(just finished my Indy article, y’all!)
The speed and ferocity with which the Internet can ruin things will never cease to amaze me.
When I first saw Facebook posts about people doing the Harlem Shake, I was excited. Images of crowded middle school dances flooded my head, and I could almost smell the confusion of hormones and the collective AXE bath half of the 7th grade boys had taken earlier that day. I wondered why everybody was so late to the party, but didn’t think anything more of it.
It wasn’t until I’d already gotten home and turned on “Chicken Noodle Soup” again that I really took a minute to look at who was posting these statuses.
White people who I knew for a fact had never heard of DJ Webstar, G. Dep, Eve or Jadakiss; white people who I knew for a fact only knew hip-hop by way of Macklemore, Asher Roth and Mac Miller; white people who I knew for a fact were from Lake Zurich. No offense intended if you are one of these white people – I just had no idea how or why you of all people would suddenly be interested in a 30-year-old hip-hop dance move that’s been dead for about 10 years as it is.
That’s when I found out: because it isn’t the Harlem Shake. At all.
The Harlem Shake as I know it is a pretty easy-to-do shimmy that’s been around since the 1980s and popped back up around 2001 when choreographer Moetion taught it to the dancers in the videos for Jadakiss’ “Put Your Hands Up,” Eve’s “Who’s That Girl,” and G Dep’s “Let’s Get It.”
The Harlem Shake as the Internet viral circuit knows it started with 23-year-old Henry Rodrigues, who produced the 2012 single “Harlem Shake” under the name Baauer.
The name of the track comes from a sample from hip-hop group Plastic Little’s 2001 song “Miller Time” that says “then do the Harlem Shake.” Plastic Little is essentially a late-80s/early-90s hip-hop revival group, so I have no doubt that when they say Harlem Shake, they mean Harlem Shake.
Unfortunately, most people bumping Baauer’s track in the background of their “Harlem Shake: College Campus or Corporate Office Edition” videos don’t mean Harlem Shake.
What they do mean is a formulaic, simple-to-repeat video meme that starts with one person humping the air or doing some sad version of the Bernie (another long-since-over dance craze) in a room full of people which then cuts to the entire room freaking out and flailing wildly, as large groups of white people are prone to do.
(Seriously, I’m pretty sure there’s math to back this up. As the number of white people you have in a room increases, the probability of developing a line dance, some sort of synchronized flailing, or a cover of Bohemian Rhapsody exponentially approaches 1.)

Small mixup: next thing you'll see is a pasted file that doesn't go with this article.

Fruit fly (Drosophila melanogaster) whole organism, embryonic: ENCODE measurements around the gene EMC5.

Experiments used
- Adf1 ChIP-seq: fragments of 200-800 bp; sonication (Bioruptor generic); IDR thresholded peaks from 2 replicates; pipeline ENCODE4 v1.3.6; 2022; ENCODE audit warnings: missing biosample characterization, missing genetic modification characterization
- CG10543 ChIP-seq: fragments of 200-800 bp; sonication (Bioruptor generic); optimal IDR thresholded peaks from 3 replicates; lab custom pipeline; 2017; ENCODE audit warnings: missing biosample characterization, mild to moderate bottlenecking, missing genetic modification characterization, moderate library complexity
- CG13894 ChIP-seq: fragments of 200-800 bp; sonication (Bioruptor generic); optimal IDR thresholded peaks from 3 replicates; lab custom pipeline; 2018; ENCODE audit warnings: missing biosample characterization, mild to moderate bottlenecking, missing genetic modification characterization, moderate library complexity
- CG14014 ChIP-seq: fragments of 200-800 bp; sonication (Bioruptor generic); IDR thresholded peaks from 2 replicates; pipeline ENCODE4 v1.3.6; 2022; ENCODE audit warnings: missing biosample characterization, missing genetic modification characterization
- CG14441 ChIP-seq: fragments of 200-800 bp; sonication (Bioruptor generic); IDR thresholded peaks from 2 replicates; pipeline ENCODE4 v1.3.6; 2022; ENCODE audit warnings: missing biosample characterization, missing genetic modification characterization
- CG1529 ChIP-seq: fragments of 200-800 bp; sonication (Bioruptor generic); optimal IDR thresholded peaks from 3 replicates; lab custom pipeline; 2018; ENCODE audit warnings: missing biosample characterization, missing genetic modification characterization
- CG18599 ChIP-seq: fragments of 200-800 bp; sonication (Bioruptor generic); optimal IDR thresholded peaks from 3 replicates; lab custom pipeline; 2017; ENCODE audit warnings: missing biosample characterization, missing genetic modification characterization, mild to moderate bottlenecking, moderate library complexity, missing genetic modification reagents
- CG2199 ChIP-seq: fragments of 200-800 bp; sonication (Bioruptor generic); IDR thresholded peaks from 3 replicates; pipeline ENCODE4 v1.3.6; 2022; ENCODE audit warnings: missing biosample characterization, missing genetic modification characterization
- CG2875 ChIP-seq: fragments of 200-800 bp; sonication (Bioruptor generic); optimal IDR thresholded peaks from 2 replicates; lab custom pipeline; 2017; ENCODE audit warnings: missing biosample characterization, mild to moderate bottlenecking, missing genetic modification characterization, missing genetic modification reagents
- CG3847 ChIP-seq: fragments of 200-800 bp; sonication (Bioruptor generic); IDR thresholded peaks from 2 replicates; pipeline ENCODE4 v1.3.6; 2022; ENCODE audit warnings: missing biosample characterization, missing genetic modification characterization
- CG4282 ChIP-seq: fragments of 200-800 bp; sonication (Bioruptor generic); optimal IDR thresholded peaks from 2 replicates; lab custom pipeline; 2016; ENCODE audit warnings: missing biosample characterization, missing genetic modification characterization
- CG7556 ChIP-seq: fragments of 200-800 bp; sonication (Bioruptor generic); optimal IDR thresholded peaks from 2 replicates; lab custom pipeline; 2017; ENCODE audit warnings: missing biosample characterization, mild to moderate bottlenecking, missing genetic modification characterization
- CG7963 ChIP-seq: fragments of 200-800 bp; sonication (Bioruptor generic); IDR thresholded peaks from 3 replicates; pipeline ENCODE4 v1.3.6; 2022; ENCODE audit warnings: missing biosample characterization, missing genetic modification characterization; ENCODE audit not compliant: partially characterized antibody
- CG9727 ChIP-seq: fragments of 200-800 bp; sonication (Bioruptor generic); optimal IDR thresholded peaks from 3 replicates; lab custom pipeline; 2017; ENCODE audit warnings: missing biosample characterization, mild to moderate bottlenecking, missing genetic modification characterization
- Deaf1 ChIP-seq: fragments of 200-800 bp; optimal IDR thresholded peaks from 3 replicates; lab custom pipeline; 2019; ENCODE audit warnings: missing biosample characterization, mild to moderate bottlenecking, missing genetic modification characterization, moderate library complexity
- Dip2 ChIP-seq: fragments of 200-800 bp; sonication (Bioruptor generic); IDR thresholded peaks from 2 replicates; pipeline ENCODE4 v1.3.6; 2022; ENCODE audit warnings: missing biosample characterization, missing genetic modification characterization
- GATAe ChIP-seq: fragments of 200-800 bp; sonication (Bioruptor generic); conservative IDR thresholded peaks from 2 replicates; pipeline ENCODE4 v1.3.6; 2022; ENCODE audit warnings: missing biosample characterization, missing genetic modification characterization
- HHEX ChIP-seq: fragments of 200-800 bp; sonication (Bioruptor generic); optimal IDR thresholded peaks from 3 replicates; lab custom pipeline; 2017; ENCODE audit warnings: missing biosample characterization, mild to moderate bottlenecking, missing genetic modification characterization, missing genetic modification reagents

The videos themselves are pretty amusing, but the use of the name “Harlem Shake” is problematic. VICE writer Drew Millard summed it up better than anybody else I’ve seen in an article titled “Stop Doing the Fucking Harlem Shake.”
“I’m not a nerd whose thirst for authenticity causes me to huff, arms crossed with my hands under my armpits whenever anyone co-opts any little thing ever, and I’m not an Oompa-Loompa representing the Buzzkill Guild. Promise,” Millard starts.
“But whenever I look at an Internet full of (mostly) white people doing a bastardized version of a dance that has the same name as another dance (and lest we forget, is named after fucking Harlem), and they’re doing that dance to Trap, a style of EDM that took the name (and some sonic signifiers) of an already-existent style of hip-hop that had a very specific set of sociopolitical implications, and people aren’t finding it at least a little problematic, it makes me feels like I’m taking crazy pills.”
Trap music, for the record, originated in early-2000s southern (particularly Atlanta) hip-hop and crunk music that dealt with the “trap” – the place where drugs are sold, where money is exchanged, and where daily life happens for many people – including the hit song “Rubber Band Man” from rapper T.I.’s 2003 album “Trap Muzik.”
“But why the rubber band?/It representing the struggle man/My folk gonna trap/until they come up with another plan/Stack and crumble bread/To get theyself off they mama land/Gangsters who been serving/Since you was doing the Running Man,” T.I. raps in one of the verses.
As Rebecca Haithcoat wrote for the Dallas Observer, “[t]rap music in this connotation was characterized by soulful synths, 808s, the pan flute, sharp snares and long, syrup-slurred vowels.”
Electronic artists have been drawing from these influences to create what many people now refer to as “trap music” without any understanding of its origins or its significance.
That’s the problem I have with the new “Harlem Shake” video craze. It looks like a lot of fun, but the meme status of these videos has eclipsed, hopefully only for the time being, the real Harlem Shake and its cultural history.
The fact that the Internet plays such a crucial role in the preservation and dissemination of information, especially information about the cultural contributions of minority groups, makes this rebranding especially disheartening. It’s by absolutely no stretch of the imagination the first time something from Black communities has gained mainstream appeal after being co-opted, sanitized, and re-packaged – I also don’t have time to publish my dissertation in the Indy.
To anybody who reads this and thinks “man, I wanted to make a Harlem Shake video, but I also don’t want to feel like a dick afterwards,” it’s okay. The videos will still be problematic long, long after they stop being relevant.
To anybody who reads this and thinks I’m just a life-ruining fun-sucker: fine. Just know that there are only two kinds of Harlem Shakers – you’re either with me, or you’re con los terroristas.